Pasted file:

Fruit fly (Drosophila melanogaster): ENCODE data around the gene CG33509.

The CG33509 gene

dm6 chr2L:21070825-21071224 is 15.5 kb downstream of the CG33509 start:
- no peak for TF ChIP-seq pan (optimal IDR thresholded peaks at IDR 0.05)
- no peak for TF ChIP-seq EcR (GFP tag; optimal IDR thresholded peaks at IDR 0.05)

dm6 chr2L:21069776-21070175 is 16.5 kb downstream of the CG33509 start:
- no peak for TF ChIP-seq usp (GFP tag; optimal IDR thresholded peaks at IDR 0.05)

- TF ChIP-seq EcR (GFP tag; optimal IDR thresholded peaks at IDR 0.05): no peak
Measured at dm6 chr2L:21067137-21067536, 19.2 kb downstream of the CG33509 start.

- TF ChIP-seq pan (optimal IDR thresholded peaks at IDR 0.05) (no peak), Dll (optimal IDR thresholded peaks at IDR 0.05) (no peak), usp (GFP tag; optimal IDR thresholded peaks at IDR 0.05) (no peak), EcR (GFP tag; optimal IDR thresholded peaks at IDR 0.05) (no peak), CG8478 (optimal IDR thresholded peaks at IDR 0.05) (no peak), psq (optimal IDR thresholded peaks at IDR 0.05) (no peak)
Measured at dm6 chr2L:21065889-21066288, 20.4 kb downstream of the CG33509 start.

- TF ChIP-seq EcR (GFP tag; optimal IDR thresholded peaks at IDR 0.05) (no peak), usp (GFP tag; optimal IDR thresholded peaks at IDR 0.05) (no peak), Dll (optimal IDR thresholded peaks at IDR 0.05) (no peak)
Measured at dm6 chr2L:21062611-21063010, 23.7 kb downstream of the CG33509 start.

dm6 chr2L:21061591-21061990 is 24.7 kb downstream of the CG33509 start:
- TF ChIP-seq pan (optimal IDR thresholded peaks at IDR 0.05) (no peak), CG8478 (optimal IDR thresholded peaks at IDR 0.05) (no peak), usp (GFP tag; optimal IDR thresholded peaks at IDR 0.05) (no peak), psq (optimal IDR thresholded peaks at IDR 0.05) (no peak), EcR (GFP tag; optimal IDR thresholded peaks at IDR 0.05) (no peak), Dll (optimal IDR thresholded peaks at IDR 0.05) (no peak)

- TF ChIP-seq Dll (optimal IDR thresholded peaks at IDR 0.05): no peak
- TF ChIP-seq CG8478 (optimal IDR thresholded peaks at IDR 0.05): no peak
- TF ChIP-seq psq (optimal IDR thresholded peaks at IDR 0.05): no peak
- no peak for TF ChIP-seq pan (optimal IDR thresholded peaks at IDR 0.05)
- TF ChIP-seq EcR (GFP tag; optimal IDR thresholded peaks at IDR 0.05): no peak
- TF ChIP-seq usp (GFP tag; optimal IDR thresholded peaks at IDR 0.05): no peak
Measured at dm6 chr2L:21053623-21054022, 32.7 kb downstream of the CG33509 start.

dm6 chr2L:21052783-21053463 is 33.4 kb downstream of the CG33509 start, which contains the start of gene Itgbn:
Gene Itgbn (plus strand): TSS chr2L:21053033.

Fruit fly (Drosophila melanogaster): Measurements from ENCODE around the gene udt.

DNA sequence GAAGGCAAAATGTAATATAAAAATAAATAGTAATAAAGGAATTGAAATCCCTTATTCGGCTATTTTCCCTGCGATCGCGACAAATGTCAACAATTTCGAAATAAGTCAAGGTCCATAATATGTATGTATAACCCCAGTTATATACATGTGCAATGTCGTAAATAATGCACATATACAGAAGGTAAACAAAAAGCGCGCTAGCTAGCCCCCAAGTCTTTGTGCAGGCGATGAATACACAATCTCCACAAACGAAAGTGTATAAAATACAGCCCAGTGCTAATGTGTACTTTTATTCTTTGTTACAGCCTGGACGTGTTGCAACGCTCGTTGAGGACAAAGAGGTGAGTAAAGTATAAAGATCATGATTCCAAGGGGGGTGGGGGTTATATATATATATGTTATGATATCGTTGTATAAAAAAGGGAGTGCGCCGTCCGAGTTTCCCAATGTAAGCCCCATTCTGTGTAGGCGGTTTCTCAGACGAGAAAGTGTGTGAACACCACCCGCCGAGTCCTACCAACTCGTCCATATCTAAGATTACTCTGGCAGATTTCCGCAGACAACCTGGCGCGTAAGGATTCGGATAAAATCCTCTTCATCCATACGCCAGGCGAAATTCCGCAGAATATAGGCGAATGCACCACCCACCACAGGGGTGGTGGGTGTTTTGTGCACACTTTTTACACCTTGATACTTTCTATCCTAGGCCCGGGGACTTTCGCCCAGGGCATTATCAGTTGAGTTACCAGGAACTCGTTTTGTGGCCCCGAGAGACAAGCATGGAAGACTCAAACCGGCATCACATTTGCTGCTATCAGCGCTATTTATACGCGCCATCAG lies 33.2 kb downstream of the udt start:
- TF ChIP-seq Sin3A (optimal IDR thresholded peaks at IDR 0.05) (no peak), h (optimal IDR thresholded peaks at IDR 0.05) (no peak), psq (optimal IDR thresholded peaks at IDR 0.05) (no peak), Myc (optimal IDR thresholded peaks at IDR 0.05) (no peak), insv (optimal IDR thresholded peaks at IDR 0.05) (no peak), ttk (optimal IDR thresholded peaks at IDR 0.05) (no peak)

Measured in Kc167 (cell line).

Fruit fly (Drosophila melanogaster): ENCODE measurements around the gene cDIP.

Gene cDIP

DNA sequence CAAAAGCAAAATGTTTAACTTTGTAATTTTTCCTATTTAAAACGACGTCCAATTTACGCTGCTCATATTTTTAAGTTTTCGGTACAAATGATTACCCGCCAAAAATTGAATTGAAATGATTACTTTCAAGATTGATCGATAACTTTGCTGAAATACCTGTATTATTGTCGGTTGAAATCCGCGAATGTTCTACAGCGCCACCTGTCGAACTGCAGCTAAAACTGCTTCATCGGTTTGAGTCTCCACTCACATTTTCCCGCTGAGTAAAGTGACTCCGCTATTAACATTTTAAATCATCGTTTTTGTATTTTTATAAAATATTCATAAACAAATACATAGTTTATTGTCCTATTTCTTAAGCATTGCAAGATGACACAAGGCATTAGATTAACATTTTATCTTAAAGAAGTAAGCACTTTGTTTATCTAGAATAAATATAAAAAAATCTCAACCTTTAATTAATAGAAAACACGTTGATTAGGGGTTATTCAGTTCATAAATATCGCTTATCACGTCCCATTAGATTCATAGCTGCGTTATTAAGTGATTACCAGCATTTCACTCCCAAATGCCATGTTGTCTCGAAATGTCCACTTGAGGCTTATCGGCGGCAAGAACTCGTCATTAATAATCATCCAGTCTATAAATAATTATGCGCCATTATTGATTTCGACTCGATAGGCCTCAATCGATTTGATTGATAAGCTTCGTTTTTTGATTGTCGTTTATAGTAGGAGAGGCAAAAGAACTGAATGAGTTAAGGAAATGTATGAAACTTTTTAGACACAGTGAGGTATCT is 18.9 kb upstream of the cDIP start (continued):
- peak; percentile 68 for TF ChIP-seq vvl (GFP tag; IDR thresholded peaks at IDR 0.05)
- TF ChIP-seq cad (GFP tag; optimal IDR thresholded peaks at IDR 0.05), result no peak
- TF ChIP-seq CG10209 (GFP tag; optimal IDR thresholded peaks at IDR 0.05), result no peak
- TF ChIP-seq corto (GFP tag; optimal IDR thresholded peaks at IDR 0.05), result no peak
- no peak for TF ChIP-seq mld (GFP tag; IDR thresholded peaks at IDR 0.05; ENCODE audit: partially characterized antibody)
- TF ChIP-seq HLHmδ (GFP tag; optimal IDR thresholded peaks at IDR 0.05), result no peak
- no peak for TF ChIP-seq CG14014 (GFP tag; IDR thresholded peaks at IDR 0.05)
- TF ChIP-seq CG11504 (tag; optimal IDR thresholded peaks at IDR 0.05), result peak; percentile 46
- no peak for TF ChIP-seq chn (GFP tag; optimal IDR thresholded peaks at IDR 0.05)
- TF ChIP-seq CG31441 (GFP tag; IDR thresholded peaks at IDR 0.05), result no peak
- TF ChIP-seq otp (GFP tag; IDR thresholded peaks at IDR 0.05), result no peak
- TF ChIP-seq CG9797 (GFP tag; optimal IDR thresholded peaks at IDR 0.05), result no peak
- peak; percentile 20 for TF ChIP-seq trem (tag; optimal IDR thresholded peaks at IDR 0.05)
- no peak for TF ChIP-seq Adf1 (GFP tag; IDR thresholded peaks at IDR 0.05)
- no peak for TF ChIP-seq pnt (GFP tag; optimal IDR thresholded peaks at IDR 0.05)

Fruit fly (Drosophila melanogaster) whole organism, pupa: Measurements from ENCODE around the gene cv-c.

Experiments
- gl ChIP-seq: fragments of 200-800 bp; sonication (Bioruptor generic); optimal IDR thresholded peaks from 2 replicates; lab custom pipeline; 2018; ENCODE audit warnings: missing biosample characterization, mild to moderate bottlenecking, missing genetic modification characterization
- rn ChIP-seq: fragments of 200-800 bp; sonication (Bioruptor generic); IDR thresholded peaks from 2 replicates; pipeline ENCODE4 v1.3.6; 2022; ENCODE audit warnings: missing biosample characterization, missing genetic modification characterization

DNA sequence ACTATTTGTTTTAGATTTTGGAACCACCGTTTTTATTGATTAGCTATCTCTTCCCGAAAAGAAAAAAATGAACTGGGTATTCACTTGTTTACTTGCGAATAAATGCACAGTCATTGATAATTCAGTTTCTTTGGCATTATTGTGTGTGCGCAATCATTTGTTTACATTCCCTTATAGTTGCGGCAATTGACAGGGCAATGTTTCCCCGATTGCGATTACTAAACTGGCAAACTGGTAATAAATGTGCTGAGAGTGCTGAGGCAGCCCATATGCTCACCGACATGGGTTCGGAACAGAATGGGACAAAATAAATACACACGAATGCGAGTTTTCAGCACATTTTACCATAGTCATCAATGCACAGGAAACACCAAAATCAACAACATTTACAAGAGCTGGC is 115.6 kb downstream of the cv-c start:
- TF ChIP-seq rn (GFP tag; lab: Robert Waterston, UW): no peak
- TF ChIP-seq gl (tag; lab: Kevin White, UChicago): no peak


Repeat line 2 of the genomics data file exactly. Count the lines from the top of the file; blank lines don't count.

The CG33509 gene